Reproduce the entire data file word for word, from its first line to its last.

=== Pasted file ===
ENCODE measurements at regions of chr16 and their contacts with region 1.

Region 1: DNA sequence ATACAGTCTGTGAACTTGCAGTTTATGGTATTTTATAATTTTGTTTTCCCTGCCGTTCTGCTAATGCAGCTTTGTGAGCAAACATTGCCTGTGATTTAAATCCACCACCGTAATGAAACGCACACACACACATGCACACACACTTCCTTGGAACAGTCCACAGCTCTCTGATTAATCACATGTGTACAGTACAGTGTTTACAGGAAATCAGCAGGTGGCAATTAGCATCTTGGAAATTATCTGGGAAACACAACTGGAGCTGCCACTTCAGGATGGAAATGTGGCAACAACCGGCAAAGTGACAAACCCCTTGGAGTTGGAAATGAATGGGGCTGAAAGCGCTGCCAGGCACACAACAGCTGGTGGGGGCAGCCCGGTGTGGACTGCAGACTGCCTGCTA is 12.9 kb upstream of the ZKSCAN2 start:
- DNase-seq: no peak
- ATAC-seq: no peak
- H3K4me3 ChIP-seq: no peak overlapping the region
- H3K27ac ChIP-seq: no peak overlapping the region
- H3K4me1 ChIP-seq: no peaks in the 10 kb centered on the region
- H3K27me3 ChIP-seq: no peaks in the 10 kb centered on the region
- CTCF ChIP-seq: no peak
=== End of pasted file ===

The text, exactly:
ENCODE measurements at regions of chr16 and their contacts with region 1.

Region 1: DNA sequence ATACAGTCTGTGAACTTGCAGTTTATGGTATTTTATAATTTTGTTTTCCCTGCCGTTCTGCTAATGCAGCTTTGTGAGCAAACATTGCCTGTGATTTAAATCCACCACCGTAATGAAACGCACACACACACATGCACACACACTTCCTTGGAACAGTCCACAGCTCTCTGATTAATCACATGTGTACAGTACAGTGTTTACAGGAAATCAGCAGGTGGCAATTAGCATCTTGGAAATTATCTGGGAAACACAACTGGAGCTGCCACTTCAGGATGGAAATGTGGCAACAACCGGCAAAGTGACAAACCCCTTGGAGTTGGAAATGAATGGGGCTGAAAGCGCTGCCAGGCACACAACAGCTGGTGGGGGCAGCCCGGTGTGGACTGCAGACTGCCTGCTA is 12.9 kb upstream of the ZKSCAN2 start:
- DNase-seq: no peak
- ATAC-seq: no peak
- H3K4me3 ChIP-seq: no peak overlapping the region
- H3K27ac ChIP-seq: no peak overlapping the region
- H3K4me1 ChIP-seq: no peaks in the 10 kb centered on the region
- H3K27me3 ChIP-seq: no peaks in the 10 kb centered on the region
- CTCF ChIP-seq: no peak